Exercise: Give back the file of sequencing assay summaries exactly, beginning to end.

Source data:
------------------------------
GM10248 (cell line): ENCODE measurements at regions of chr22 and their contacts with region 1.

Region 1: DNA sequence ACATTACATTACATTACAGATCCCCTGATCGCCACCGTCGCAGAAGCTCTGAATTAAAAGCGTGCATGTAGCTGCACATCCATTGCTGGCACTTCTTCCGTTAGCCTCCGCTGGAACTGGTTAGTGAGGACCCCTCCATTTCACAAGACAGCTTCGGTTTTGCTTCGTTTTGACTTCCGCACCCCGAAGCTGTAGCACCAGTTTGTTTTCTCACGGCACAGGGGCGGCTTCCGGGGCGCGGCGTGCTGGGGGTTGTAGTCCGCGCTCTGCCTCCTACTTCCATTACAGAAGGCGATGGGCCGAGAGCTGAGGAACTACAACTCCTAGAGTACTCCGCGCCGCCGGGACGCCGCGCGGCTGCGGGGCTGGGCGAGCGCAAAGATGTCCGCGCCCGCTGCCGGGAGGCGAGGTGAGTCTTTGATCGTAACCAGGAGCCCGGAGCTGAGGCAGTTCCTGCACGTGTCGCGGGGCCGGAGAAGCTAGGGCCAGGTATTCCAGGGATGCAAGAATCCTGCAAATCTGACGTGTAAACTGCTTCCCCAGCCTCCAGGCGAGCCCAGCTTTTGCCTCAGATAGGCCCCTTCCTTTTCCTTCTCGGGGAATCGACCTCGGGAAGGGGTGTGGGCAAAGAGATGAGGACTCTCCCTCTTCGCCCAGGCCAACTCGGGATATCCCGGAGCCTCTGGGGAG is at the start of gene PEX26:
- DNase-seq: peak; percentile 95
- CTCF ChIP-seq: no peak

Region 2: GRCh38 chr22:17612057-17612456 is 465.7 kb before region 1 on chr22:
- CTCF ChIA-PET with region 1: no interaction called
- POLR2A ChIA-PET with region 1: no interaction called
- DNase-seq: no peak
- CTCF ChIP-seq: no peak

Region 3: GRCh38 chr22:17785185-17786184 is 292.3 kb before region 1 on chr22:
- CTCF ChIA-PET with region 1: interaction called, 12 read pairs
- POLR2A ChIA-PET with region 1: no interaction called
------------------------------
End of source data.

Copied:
GM10248 (cell line): ENCODE measurements at regions of chr22 and their contacts with region 1.

Region 1: DNA sequence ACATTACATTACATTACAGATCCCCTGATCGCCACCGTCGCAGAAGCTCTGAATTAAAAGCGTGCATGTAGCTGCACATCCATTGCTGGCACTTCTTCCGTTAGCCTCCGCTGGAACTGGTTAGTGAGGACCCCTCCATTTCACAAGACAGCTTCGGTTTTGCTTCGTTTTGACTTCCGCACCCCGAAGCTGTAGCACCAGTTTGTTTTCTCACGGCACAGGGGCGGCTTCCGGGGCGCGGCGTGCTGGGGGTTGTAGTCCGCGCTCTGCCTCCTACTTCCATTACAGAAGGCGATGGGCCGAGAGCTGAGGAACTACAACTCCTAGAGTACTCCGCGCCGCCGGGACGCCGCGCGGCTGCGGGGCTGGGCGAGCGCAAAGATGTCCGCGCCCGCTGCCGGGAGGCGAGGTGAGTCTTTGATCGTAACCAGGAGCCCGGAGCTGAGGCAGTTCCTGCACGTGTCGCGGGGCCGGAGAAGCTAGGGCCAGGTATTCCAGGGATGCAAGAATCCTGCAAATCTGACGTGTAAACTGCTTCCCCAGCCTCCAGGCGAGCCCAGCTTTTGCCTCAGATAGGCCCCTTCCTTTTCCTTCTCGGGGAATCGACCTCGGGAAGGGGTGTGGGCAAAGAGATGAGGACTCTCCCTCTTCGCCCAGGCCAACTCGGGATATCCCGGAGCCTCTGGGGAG is at the start of gene PEX26:
- DNase-seq: peak; percentile 95
- CTCF ChIP-seq: no peak

Region 2: GRCh38 chr22:17612057-17612456 is 465.7 kb before region 1 on chr22:
- CTCF ChIA-PET with region 1: no interaction called
- POLR2A ChIA-PET with region 1: no interaction called
- DNase-seq: no peak
- CTCF ChIP-seq: no peak

Region 3: GRCh38 chr22:17785185-17786184 is 292.3 kb before region 1 on chr22:
- CTCF ChIA-PET with region 1: interaction called, 12 read pairs
- POLR2A ChIA-PET with region 1: no interaction called